Shoot ’Em Up!

CHRIS PASSEY & LLOYD MANGRAM revisit some old favourites in this, the first of our Game Type comparisons

Software houses seem hellbent on providing us with numerous versions of arcade copies. In August this year, Ian Sinclair of IJK (a software company who do games for the Oric and Beeb) said, ‘There seems to be a difference of opinion between the public and reviewers’ opinions of programmes.

‘The public loves arcade copies, while reviewers hate them, and original games have the opposite effect. I would like to see more comparative reviews with all the Space Invaders, for example, compared and the good and bad points of each shown.’

Since he said that, there has been plenty of evidence to suggest that original games do go down just as well with the public as old favourites and arcade copies; Imagine, Ultimate and Quicksilva have all proved it. However, there is a wealth of games on the same theme available for the Spectrum, so every month we will take a close look at a particular type and compare the various versions. Unfortunately there isn’t sufficient space to compare every single version in each case (pac man games are legion), but we have done our best to find a wide mixture. This month we take a look at Invaders and Galaxians.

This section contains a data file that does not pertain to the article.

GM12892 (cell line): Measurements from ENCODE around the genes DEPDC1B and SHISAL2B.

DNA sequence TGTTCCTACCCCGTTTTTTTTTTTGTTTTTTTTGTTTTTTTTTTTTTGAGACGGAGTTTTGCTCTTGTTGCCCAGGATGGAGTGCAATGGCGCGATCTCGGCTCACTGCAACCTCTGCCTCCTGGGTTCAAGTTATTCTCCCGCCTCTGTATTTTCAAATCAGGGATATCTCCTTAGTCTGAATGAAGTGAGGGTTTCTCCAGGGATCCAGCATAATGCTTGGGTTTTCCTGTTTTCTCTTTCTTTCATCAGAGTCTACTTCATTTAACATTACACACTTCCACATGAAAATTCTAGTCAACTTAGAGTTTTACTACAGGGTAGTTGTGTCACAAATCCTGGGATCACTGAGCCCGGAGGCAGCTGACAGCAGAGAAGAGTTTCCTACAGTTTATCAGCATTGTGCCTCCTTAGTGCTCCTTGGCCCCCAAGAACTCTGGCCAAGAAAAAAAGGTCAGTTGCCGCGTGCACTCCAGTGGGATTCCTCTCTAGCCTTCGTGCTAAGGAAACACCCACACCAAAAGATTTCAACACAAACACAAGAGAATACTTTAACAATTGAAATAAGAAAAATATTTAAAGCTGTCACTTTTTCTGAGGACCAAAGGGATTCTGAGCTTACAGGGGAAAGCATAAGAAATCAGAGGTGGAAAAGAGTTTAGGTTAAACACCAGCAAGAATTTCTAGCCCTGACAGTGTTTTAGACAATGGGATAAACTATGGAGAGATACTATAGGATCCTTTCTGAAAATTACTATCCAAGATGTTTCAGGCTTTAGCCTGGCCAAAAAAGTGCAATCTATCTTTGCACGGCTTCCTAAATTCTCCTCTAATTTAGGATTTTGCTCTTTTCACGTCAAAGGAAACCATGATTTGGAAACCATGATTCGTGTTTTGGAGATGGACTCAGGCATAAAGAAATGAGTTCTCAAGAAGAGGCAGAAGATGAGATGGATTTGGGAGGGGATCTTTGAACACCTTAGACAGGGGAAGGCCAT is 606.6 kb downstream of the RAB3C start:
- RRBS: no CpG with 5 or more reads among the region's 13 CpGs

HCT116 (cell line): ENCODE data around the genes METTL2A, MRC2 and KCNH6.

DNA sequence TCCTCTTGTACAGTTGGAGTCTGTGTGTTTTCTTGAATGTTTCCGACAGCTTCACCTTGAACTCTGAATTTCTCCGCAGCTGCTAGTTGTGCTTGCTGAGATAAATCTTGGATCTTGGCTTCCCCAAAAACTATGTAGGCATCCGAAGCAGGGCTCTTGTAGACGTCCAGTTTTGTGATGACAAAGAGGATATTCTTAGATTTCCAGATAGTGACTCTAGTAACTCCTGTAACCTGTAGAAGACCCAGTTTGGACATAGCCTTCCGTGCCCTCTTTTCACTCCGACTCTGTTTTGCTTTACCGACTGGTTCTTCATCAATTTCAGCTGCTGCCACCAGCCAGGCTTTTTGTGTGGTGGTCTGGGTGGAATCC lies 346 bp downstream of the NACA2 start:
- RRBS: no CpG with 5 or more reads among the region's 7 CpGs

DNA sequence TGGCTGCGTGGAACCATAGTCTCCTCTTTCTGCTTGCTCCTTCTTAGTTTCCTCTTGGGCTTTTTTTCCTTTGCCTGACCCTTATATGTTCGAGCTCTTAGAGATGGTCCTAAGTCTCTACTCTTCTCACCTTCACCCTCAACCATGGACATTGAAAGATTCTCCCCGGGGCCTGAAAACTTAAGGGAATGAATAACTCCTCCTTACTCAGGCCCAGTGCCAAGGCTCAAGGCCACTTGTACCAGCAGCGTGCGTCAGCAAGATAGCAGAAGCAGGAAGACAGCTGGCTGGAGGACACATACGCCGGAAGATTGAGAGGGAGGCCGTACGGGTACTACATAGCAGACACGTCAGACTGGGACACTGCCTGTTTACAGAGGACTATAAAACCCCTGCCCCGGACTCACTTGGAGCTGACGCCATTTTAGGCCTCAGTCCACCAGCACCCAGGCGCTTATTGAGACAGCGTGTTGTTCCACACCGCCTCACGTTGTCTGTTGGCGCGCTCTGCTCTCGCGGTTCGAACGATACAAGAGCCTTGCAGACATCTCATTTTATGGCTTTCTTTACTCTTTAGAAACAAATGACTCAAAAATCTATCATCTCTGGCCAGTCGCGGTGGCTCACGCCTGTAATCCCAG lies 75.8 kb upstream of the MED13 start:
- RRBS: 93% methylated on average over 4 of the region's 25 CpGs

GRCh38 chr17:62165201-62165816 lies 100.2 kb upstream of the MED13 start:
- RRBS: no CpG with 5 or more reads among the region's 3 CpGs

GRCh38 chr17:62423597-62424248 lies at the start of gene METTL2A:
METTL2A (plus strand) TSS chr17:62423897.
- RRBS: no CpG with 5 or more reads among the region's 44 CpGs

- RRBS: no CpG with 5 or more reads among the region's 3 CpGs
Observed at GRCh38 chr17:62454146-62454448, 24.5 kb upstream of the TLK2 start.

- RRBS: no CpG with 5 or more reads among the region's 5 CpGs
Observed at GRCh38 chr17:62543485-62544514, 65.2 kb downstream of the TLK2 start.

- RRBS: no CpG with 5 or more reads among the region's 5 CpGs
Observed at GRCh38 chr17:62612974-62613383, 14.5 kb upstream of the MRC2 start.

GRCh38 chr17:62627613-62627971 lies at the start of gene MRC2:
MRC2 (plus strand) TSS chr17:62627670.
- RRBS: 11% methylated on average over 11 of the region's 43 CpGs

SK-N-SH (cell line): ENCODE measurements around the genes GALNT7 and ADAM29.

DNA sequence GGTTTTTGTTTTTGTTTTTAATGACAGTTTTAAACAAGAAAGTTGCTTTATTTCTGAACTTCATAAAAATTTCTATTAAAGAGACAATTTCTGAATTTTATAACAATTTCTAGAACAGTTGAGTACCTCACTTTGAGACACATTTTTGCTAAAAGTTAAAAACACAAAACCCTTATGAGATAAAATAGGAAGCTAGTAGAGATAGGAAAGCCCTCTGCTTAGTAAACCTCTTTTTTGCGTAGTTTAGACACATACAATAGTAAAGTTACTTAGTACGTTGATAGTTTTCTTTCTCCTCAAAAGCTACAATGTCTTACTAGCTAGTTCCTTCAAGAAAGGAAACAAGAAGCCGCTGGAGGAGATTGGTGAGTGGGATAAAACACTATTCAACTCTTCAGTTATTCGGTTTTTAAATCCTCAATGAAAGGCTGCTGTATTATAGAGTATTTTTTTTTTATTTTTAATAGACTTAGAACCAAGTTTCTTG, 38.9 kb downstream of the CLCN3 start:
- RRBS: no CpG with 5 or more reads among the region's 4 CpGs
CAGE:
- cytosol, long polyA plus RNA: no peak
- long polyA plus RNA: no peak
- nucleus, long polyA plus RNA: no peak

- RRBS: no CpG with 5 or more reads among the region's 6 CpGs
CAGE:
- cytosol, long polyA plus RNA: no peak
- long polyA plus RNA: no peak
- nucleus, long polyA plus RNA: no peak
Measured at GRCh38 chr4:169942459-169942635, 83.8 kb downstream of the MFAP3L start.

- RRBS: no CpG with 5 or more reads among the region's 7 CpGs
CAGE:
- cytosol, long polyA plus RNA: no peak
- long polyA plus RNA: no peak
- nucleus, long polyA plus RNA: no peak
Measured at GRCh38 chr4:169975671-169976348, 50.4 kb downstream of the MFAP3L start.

There was general agreement from our two players that the Space Invader game, whilst good for its time, was pretty much out of date today, so that should be borne in mind when comparing it to some of the more original phoenix and galaxian games. However, Quicksilva’s Space Intruders was summarised as being a, ‘reasonable copy of the original arcade game.’

This is a close copy of the original. The aliens are a bit small but do include a wobbly mutant worth extra points, as well as the customary space ship across the top of the screen. Although this is a fast version, the shelters at the bottom of the screen disappear in blocks rather than the original’s erosion.

I was a bit disappointed with it, never having played this particular version before. The aliens were disappointing although there are four types as in the original, Invader games suffer from comparison anyway because they are older and there is much better software around.


A close copy of the original. Slightly better graphics than Space Intruders; for instance, the shelters erode away when hit, and the aliens are better drawn. On the other hand this is slower than the Quicksilva version, so it loses its interest pretty soon.

Another Invader copy which has dated badly. The graphics were more interesting than in Space Intruders, but generally far too slow to be much fun for long despite the machine code.


The graphics are fairly attractive but I think the arcade qualities of the game are low. You have three speeds of play but at each speed, of course, the relationship of the elements remains the same, and I found that skill didn’t enter into it. Avoiding the bombs is too much a matter of luck as the space allowed to dodge them is small and the relative rates of movement doesn’t seem right. I think the game suffers from being dated now.